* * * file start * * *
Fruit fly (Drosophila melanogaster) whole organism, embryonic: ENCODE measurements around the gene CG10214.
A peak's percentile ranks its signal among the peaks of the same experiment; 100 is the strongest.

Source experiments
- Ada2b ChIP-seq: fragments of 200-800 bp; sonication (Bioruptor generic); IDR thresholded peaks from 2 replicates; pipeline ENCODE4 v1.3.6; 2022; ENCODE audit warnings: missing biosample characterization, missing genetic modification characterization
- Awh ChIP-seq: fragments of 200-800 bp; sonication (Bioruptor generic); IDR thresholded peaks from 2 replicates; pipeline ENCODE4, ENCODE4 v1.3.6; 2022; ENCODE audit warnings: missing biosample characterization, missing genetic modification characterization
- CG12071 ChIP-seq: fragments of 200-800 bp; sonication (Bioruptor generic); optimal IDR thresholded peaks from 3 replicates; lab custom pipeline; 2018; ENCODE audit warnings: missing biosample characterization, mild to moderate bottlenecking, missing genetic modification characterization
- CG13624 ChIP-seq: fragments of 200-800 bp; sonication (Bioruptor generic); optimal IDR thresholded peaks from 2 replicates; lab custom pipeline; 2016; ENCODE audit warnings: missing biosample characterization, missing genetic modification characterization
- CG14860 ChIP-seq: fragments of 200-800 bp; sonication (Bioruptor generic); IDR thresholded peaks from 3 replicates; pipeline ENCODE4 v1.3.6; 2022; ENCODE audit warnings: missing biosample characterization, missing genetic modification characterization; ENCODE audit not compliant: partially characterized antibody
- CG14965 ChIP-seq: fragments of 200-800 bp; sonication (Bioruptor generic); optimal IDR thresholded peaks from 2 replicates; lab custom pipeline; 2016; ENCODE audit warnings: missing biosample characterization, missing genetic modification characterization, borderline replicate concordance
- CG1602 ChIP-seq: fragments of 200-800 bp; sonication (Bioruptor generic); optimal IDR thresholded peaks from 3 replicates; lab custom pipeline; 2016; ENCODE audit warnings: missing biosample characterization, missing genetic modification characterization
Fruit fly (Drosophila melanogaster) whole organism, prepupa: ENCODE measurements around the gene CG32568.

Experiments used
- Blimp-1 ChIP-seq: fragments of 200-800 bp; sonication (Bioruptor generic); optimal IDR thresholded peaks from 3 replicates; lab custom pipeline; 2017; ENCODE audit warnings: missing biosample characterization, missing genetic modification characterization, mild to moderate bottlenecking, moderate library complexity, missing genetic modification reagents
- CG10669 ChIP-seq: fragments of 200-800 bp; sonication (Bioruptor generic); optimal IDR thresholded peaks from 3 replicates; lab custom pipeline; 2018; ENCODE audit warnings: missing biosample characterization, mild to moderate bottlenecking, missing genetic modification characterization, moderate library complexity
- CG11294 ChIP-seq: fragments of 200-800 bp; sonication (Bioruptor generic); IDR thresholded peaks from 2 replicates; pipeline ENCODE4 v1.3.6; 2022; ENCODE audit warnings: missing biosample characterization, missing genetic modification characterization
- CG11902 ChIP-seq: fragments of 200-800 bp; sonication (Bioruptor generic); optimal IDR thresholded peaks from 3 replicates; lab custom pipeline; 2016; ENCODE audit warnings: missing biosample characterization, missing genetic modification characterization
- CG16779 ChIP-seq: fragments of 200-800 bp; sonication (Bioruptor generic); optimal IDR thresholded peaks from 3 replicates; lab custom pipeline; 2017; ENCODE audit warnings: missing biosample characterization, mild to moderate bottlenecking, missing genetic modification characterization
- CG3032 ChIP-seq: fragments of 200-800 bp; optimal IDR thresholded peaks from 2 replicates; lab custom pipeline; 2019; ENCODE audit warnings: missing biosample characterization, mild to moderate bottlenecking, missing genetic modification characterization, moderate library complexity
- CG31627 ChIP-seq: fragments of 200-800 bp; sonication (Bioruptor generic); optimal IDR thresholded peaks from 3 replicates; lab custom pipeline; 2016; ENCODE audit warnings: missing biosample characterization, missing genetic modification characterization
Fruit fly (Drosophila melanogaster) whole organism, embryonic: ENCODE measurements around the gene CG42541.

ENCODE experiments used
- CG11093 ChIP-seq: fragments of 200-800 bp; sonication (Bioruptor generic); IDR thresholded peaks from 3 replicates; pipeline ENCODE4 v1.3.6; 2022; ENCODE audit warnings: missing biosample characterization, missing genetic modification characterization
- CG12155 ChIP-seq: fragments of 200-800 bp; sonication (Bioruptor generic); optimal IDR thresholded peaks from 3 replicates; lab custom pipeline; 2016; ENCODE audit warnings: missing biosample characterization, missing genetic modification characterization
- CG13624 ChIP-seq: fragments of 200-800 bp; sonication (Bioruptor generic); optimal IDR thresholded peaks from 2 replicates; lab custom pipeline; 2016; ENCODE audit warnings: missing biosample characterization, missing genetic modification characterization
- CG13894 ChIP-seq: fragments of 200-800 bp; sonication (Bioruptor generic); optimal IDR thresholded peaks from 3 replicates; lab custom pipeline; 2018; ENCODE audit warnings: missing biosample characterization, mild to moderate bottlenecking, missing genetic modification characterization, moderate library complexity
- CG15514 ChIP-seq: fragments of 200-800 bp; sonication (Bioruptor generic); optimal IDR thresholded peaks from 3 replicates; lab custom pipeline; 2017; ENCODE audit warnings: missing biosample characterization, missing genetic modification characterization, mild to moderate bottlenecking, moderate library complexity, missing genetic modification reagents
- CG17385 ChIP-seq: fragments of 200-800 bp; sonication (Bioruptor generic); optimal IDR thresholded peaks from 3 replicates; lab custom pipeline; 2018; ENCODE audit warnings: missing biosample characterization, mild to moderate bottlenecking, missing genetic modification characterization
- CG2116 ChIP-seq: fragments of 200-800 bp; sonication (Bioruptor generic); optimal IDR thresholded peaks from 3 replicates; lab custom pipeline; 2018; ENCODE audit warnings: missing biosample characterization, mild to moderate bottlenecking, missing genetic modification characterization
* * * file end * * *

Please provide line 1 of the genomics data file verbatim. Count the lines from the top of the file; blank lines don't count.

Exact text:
Fruit fly (Drosophila melanogaster) whole organism, embryonic: ENCODE measurements around the gene CG10214.